The virus that causes herpes is likely the main cause of multiple sclerosis (MS), a groundbreaking study has suggested.
Harvard academics found that the Epstein-Barr virus (EBV) – one of the most common viruses in the world – increases the chance of multiple sclerosis 32-fold.
Scientists have long speculated that the virus may be linked to the condition, but have been unable to provide any evidence to back this up.
“This is the first study providing compelling evidence of causality,” said Alberto Ascherio, professor of epidemiology and nutrition at Harvard Chan School and senior author of the study.
“This is a big step because it suggests that most MS cases could be prevented by stopping EBV infection, and that targeting EBV could lead to the discovery of a cure for MS.”
There is currently no cure for multiple sclerosis (MS), which is a condition that affects around 110,000 people in the UK.
The National Multiple Sclerosis Society says the risk of developing MS in the general population is around one in 1,000.
MS is a chronic inflammatory disease of the central nervous system that attacks the myelin sheaths protecting neurons in the brain and spinal cord, and its cause remains elusive.
The symptoms are unpredictable and can range from physical disabilities like mobility problems to mental health conditions, such as depression.
Many people with MS report feeling an overwhelming sense of exhaustion, making simple tasks a struggle. In around a quarter of cases, the first noticeable symptom is a problem with one of the patient’s eyes, including colour blindness and double vision.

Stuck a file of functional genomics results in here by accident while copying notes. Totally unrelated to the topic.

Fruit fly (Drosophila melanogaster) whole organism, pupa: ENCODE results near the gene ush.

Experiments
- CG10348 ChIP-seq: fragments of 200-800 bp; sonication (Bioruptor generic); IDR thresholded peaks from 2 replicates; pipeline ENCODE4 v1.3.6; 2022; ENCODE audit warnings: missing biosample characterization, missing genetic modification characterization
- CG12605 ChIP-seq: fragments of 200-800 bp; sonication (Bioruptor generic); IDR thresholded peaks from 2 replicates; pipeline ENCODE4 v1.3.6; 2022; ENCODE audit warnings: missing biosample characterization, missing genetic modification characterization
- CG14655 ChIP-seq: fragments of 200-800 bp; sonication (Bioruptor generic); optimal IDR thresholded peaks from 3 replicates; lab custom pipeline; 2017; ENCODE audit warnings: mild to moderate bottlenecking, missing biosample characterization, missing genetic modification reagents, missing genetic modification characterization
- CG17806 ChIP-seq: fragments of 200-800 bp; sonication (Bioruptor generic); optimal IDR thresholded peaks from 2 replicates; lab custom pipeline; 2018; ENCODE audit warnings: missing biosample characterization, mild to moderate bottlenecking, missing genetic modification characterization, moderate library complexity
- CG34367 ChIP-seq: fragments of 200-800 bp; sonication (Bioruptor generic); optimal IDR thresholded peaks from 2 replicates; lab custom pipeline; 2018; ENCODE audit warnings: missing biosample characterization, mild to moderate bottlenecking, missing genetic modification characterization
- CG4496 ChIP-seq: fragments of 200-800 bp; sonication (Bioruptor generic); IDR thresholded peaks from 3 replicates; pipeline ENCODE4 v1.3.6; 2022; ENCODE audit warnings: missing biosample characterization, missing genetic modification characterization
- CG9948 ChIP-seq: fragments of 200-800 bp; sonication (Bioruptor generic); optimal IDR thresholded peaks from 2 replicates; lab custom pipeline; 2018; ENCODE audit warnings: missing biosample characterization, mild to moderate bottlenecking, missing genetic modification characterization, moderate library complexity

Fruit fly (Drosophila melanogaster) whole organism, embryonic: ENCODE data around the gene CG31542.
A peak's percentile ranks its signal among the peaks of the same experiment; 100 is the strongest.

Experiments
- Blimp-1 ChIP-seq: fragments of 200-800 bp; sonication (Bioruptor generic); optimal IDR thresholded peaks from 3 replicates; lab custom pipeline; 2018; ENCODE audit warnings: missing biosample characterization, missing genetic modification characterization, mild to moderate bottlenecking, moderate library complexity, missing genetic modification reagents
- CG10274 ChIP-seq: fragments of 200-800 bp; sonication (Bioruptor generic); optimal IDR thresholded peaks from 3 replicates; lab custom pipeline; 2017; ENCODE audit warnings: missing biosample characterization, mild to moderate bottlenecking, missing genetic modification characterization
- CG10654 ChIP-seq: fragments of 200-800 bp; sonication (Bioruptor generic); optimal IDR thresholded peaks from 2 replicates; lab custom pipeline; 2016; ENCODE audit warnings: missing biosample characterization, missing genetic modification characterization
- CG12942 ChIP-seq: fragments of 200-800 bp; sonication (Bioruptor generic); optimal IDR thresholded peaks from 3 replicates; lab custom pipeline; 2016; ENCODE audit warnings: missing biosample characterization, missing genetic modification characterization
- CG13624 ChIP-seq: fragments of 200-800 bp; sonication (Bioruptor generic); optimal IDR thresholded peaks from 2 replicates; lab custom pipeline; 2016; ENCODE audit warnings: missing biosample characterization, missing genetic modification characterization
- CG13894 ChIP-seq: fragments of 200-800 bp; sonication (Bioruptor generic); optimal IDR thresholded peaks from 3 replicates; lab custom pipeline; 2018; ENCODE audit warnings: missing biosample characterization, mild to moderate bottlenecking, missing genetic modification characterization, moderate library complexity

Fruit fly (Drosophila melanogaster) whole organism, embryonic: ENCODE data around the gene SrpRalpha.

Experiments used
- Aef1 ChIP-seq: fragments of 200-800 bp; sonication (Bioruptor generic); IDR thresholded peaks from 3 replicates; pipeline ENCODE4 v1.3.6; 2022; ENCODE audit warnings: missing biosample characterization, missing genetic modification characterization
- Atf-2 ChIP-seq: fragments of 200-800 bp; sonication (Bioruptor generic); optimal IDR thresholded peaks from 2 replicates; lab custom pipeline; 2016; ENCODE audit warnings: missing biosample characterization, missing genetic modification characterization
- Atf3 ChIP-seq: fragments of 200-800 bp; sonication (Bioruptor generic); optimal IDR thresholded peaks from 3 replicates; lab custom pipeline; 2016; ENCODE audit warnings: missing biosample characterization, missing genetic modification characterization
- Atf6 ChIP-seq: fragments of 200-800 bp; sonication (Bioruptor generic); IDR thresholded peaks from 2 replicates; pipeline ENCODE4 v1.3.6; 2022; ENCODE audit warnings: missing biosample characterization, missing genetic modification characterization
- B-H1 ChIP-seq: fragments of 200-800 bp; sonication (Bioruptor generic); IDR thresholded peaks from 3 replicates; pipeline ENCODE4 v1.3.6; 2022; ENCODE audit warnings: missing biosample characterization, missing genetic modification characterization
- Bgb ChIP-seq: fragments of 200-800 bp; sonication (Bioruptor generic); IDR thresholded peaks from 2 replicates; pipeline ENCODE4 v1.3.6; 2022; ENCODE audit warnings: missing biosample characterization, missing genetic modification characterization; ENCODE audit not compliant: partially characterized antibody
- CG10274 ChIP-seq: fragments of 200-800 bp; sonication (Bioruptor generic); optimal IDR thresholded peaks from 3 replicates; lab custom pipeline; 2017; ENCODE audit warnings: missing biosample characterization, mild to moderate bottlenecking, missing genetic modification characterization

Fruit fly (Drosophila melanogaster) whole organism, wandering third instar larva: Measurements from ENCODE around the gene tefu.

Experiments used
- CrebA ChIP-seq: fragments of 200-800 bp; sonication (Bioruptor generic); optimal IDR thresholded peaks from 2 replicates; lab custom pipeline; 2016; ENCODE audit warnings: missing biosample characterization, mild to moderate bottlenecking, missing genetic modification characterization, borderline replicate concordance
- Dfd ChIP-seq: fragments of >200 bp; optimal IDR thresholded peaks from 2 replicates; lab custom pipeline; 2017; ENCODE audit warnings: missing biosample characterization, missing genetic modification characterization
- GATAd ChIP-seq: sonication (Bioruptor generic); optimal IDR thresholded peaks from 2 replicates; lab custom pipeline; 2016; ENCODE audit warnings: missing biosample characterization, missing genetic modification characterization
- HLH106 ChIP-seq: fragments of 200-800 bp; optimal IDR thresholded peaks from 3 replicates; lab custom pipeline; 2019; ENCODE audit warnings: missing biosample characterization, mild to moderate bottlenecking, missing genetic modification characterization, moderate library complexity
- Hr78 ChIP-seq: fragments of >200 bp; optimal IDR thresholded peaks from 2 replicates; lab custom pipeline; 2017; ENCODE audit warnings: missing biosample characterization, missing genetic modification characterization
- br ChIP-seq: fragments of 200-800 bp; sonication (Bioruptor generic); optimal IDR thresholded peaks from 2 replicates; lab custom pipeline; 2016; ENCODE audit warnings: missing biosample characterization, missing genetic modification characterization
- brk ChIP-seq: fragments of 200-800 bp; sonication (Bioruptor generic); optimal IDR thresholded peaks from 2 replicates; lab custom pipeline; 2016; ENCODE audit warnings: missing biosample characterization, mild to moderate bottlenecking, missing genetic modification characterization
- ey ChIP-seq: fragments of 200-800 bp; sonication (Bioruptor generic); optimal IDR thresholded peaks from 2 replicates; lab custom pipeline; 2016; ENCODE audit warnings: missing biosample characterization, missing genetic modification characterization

In contrast, Epstein-Barr Virus infection is astoundingly common, and can be found in around 95 per cent of people.
EBV infection can leave people feeling tired and sore, and is also known as mono or herpes. After a person contracts the pathogen, it remains in their system forever, often without any symptoms but occasionally reactivating.
Prof Daniel Davis, professor of immunology at the University of Manchester, who was not involved with the research, said: “Well over 9 in 10 people are infected with this virus worldwide, usually in childhood, and only very rarely does a problem arise.
“We already knew that this virus increases the risk of some cancer types, and now we know that it is also possibly a factor in multiple sclerosis, although it’s important to note for most people that have the virus, it will not cause them any problems.
“Crucially, we do not know why only a small fraction of people infected with this virus develop a problem.”